It's So Percussion... Our 5 Favorite Unconventional Drumbeats

Buy a five-year-old a fancy toy drum kit and the odds are you've wasted your money. But give that kid an empty 2-liter bottle, an overturned cooking pot and a wooden spoon, an oatmeal canister filled with dry beans or a set of car keys and that kid'll probably be occupied for several hours.

That's the idea behind experimental artists Sō Percussion, performing tonight and tomorrow at DiverseWorks. The performance, "Imaginary City," was commissioned by DiverseWorks and the Myrna Loy Center/Helena Flynn Center for the Performing Arts, and will feature videography by filmmaker Jenise Treuting depicting sprawling and expansive landscapes, including Houston's own skyline.

As the video above shows, there is no limit to the group's imaginary usage of household items. They make "drums" out of everything from bicycle spokes to necklace chains. And the effect is meant to sound more symphonic than rhythmic. But they aren't the first group to use non-traditional drumming in the studio or during performances. Below, some of Rocks Off's other favorite beats.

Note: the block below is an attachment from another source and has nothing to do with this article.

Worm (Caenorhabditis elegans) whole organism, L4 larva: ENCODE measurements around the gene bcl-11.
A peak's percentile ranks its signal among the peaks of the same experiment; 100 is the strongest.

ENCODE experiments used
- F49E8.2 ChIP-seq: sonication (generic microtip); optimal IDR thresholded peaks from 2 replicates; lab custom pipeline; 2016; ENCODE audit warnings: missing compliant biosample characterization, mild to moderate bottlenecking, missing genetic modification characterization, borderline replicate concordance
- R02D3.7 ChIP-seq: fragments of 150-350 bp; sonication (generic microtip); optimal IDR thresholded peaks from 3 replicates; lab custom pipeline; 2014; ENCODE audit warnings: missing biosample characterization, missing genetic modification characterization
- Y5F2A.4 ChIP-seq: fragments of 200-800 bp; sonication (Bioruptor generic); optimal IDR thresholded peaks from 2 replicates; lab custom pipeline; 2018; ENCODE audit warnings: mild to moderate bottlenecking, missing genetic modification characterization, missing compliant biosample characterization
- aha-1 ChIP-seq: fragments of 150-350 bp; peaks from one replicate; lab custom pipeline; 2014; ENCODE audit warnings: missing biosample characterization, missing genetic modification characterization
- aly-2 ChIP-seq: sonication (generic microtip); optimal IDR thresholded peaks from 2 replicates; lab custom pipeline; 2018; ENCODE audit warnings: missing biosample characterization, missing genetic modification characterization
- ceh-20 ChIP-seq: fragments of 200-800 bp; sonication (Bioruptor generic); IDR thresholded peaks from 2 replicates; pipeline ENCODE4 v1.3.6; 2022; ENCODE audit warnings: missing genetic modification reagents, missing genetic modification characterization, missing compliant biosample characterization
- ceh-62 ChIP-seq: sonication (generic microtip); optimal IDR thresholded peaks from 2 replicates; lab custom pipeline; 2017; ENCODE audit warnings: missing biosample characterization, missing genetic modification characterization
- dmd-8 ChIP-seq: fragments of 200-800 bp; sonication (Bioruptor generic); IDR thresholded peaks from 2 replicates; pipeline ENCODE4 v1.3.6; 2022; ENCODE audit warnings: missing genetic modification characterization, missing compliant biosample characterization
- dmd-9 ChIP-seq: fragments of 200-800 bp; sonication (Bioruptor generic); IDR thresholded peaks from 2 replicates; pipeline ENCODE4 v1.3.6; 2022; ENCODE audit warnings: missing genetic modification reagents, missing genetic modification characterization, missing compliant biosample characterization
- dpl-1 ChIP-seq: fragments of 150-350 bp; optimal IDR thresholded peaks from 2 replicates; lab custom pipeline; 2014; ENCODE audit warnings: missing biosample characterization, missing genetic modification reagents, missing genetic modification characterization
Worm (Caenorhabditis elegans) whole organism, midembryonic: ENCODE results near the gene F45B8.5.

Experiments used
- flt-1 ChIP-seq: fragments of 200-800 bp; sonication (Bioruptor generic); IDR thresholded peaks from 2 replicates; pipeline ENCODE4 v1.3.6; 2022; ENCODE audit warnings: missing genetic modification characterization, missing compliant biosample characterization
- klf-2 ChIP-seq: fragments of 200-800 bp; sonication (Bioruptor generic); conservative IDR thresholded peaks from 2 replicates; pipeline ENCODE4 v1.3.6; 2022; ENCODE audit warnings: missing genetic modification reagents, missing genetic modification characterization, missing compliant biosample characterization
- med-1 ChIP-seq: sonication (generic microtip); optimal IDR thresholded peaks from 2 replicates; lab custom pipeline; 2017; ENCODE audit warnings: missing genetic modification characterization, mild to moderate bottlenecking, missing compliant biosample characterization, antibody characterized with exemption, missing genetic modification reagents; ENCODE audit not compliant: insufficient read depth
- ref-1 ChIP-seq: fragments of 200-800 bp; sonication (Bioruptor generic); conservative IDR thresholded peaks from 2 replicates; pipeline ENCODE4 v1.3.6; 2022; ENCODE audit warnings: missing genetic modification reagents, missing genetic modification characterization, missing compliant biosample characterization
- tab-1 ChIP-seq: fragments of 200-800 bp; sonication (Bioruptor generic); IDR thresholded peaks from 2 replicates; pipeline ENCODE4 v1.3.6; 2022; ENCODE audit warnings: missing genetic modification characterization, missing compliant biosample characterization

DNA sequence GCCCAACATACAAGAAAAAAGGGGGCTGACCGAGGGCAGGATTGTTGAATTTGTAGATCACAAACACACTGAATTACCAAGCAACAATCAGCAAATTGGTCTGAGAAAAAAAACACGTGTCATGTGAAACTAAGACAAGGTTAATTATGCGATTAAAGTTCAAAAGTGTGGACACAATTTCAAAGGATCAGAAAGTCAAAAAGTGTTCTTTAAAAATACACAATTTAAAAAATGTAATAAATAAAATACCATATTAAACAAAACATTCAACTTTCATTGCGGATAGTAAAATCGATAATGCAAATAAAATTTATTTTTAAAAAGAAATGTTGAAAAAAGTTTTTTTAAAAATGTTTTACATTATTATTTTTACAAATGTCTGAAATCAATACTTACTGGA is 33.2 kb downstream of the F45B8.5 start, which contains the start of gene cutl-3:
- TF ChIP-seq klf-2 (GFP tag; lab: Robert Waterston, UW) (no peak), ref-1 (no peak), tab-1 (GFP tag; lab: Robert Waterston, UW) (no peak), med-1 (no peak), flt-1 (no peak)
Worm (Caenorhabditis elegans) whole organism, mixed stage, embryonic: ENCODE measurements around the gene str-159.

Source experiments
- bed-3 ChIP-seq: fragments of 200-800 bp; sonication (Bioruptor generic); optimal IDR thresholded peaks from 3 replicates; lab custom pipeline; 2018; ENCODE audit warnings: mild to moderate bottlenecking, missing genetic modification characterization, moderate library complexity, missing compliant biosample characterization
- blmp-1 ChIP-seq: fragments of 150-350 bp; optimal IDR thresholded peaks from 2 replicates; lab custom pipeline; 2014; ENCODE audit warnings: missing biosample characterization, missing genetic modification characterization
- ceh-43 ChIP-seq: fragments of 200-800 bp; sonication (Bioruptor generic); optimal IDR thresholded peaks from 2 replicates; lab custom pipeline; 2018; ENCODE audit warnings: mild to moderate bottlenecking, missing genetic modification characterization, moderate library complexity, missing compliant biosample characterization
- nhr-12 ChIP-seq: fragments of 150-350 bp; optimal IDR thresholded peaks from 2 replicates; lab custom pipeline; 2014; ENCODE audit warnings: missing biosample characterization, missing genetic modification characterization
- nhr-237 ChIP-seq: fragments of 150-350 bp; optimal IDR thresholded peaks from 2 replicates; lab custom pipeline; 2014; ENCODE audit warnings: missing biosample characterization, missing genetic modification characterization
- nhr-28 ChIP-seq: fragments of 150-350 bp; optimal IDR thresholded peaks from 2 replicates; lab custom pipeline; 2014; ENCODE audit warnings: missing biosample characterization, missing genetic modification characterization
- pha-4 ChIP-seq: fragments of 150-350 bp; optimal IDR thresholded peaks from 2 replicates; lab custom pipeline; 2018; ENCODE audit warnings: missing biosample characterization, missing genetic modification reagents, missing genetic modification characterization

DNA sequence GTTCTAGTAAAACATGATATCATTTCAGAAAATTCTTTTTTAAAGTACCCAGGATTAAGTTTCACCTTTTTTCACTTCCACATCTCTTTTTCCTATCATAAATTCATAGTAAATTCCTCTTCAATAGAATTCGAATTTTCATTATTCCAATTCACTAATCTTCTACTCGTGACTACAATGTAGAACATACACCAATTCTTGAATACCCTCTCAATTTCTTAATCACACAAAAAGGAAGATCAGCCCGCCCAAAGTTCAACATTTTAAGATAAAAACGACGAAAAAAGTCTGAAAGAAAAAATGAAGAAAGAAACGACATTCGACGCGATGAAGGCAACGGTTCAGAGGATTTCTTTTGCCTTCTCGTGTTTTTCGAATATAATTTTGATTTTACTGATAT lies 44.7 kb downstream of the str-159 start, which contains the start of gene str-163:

"Everyday," Buddy Holly

Crickets drummer Jerry Allison slaps his hands on his knees instead of hitting the skins, and Buddy Holly's producer's wife (got that) plays the celesta, a kind of tiny upright piano.

"The End," The Beatles

When The Beatles let under-appreciated Ringo write songs, the final product was usually ridiculous (see "Yellow Submarine"). But when they finally let him loose on the drums, on the last song they ever recorded, the result was awesome. It became Ringo's only drum solo as a member of The Beatles.

"Wipe Out," The Ventures

Two words: holy hell. Two more words: hand cramps.

The Spaghetti Western Orchestra

Five guys from Australia re-imagine the Western soundtracks of Ennio Morricone, complete with coconut-cum-horsehoof sound effects and slapstick comedy. Of the five guys, three play percussion.

Karen Carpenter

Rocks Off loves chick drummers, and drummers who sing. Karen Carpenter is two rolled into one.

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Shey is an experienced blogger, social media expert and traveler. She studied journalism at Oklahoma State University before working as a full-time reporter for Houston Community Newspapers in 2005. She lived in South Korea for three years, where she worked as a freelancer.
Contact: Brittanie Shey